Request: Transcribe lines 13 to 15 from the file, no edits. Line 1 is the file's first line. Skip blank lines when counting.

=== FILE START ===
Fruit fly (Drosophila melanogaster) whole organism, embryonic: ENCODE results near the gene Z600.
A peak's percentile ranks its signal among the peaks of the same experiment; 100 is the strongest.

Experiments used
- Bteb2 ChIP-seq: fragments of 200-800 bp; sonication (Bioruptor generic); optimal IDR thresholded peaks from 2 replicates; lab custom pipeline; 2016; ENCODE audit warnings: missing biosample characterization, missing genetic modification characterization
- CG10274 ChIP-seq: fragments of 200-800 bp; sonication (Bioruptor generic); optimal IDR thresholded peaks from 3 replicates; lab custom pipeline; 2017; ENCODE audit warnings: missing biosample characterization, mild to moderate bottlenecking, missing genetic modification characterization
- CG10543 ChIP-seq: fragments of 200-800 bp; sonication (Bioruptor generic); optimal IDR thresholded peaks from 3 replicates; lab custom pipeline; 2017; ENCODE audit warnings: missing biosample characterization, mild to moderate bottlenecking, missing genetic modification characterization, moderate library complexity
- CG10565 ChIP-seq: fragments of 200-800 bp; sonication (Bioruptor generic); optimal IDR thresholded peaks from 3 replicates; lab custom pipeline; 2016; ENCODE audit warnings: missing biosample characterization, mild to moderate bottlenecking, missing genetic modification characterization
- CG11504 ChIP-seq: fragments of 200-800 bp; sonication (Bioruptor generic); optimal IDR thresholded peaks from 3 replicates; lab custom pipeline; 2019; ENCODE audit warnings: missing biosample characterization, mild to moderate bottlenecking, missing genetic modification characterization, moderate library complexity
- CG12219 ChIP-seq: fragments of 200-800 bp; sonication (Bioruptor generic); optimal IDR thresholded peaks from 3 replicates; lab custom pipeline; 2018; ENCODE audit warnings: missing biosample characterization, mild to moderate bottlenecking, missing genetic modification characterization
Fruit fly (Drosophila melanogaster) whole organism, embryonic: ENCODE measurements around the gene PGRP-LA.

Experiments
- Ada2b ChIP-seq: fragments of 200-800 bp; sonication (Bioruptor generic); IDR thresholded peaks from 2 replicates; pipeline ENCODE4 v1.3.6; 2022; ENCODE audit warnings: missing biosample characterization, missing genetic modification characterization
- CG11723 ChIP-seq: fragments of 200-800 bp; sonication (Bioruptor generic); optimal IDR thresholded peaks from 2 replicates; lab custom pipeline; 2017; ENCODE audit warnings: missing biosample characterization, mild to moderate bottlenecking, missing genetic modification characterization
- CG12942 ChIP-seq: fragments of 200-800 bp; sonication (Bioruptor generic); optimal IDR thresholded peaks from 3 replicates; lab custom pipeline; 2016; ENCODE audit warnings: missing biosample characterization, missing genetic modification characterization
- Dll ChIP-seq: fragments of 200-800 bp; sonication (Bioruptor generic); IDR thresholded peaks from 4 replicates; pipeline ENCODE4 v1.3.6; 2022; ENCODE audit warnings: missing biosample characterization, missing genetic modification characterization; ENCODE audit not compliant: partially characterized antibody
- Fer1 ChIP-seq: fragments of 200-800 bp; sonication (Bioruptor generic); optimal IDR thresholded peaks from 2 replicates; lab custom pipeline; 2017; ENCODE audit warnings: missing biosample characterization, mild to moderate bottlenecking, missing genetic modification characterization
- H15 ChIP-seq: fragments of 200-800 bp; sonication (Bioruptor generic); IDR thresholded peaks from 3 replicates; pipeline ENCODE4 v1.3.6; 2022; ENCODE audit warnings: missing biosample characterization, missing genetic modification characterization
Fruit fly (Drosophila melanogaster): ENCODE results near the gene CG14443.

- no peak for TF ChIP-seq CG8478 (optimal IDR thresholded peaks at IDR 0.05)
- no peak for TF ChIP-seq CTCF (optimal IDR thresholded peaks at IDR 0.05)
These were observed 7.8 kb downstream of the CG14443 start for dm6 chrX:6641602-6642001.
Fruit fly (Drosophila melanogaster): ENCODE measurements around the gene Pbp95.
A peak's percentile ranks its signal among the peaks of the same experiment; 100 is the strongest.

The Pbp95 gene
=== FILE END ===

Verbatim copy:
- CG11723 ChIP-seq: fragments of 200-800 bp; sonication (Bioruptor generic); optimal IDR thresholded peaks from 2 replicates; lab custom pipeline; 2017; ENCODE audit warnings: missing biosample characterization, mild to moderate bottlenecking, missing genetic modification characterization
- CG12942 ChIP-seq: fragments of 200-800 bp; sonication (Bioruptor generic); optimal IDR thresholded peaks from 3 replicates; lab custom pipeline; 2016; ENCODE audit warnings: missing biosample characterization, missing genetic modification characterization
- Dll ChIP-seq: fragments of 200-800 bp; sonication (Bioruptor generic); IDR thresholded peaks from 4 replicates; pipeline ENCODE4 v1.3.6; 2022; ENCODE audit warnings: missing biosample characterization, missing genetic modification characterization; ENCODE audit not compliant: partially characterized antibody